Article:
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Courses In which order should I take these (or more) courses?

  1. Aug 27, 2016 #1
    Hi,

    I recently graduated from high school and am planning on taking studying physics in college(im taking a gap year).

    Until them, I am trying to spend whatever free time I might get, studying and basically getting better at physics.

    Here is my background, I have taken math up to Calculus BC(roughly equal to second semester calculus). I have taken two algebra based physics courses(ap physics 1&2), however, took the Ap Physics C exams(5 on both, roughly equal to first two semester of calculus based mechanics and E&M).

    Ok, so my question is, from here on out, how should I proceed math and physics courses to make the most of my time? The college I plan on going to, allows for students to get credit for a class by taking an exam, which is one of the reasons im pursuing this route.

    So basically, one issue I had when I was studying physics before was I would always tend to stretch whatever I was working on beyond the scope of the course, so i would try to solve something but get lost, mainly because of my mathematical limitations. This is why I would like to revisit both mechanics and E&M (after expanding my mathematical toolbox), except with new textbook, the Feynman lectures.

    Here are the math/Physics courses that come to mind, but if there are more, please let me know.
    Calculus 3 (multi-variable Calculus)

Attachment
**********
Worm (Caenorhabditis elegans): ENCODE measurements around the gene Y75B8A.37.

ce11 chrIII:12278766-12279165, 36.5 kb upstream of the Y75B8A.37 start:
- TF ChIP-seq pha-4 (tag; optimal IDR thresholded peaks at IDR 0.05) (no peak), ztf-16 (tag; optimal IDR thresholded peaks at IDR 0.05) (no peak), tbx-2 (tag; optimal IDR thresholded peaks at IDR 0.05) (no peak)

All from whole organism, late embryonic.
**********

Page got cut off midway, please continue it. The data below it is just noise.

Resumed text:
Differential Equations (1 semester)
    Linear Algebra
    Vector Calculus
    A course on Waves( differential equations is a prereq)

    In what order should I take the courses(basically meaning courses from most to least importance), and are there more course that are perhaps more useful/necessary?

    Also, other than just learning whatever Ive learned more thoroughly, i would like to get good preparation to begin junior level mechanics and E&M course. This is where I would like to start when I enter college. Thats not to say im preparing simply just for these two courses, just saying, this is where I will begin. The math courses are intended to give me a good grounding for most of undergraduate(and possibly graduate) physics.

    And yes, i plan to continuously review everything ive learned so I remember it when I enter college.

    Thanks.
     
  2. jcsd
  3. Aug 27, 2016 #2
    Retake Calculus 1 at the university. A large majority of these AP calculus courses are not the full material one sees at the University.
    Maybe try Spivak or Apostol Calculus. You can also try Moise, which is between Calculus of the level of Stewart and Spivak, but closer to Spivak.
     
  4. Aug 27, 2016 #3
    I am currently Reviewing calculus. I am using the textbook by Briggs and Cochran, just to make sure I have solid grounding. Spivak, from what Ive read, is too "mathy" while I am mostly interested in math I can apply to physics. Mainly because I am not interested in abstract material. Is my choice wrong?
     
  5. Aug 27, 2016 #4
    No, Briggs is to basic. Get a copy of Moise, he uses the calculus motivate physics.
     
  6. Aug 27, 2016 #5

    jtbell

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    Staff: Mentor

    Are Calculus 3 and Vector Calculus different courses at your (future) university? Usually multi-variable calculus is the same thing as vector calculus. One might be more "applied", for physics and engineering majors, and the other more rigorous or "proofy", for math majors.
     
  7. Aug 27, 2016 #6
    well, there is a vector calculus course. but also a Multi variable calculus course. (but now you mention it, i think they cover the same stuff). In a different university's course sequence, they were seperate courses. So i assumed that they could be treated as such.